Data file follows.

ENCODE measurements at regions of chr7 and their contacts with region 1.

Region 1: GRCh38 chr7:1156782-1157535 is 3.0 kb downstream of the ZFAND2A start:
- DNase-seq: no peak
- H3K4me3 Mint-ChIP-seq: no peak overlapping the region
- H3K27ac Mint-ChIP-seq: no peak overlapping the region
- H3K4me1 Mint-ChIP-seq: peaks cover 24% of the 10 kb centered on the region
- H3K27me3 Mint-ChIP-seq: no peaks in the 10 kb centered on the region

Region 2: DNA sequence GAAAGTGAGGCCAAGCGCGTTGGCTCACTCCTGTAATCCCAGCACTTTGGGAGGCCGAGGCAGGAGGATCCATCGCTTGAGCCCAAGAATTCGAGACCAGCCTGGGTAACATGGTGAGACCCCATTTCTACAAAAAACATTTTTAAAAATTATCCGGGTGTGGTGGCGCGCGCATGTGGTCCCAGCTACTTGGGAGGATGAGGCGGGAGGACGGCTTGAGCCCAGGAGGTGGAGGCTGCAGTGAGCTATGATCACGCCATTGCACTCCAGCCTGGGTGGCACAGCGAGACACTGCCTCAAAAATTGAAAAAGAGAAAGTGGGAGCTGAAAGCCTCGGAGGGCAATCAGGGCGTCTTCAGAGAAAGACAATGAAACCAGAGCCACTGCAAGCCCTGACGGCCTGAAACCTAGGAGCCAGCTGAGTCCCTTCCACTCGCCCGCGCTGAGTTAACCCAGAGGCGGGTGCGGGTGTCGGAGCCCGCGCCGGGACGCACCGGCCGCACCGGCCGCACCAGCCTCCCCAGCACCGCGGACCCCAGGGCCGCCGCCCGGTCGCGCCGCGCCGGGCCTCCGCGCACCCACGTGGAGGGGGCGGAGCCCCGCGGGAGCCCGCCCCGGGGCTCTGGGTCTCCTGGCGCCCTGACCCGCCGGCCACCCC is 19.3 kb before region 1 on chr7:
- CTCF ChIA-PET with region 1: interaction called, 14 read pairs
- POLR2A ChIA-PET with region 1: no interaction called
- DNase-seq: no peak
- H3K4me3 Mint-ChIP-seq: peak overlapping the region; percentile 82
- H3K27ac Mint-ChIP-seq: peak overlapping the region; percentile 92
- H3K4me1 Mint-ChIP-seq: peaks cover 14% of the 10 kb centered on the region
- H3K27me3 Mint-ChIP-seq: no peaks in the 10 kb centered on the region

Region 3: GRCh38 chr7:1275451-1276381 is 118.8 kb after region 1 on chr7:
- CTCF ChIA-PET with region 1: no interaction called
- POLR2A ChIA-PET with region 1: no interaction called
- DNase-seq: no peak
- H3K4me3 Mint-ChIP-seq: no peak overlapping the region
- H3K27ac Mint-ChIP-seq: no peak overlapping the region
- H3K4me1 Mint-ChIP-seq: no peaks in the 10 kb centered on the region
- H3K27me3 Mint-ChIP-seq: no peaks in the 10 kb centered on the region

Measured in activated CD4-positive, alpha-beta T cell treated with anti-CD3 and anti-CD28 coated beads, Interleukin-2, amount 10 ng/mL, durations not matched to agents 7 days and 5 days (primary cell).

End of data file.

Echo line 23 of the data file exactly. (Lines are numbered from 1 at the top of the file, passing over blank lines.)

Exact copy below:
- H3K27me3 Mint-ChIP-seq: no peaks in the 10 kb centered on the region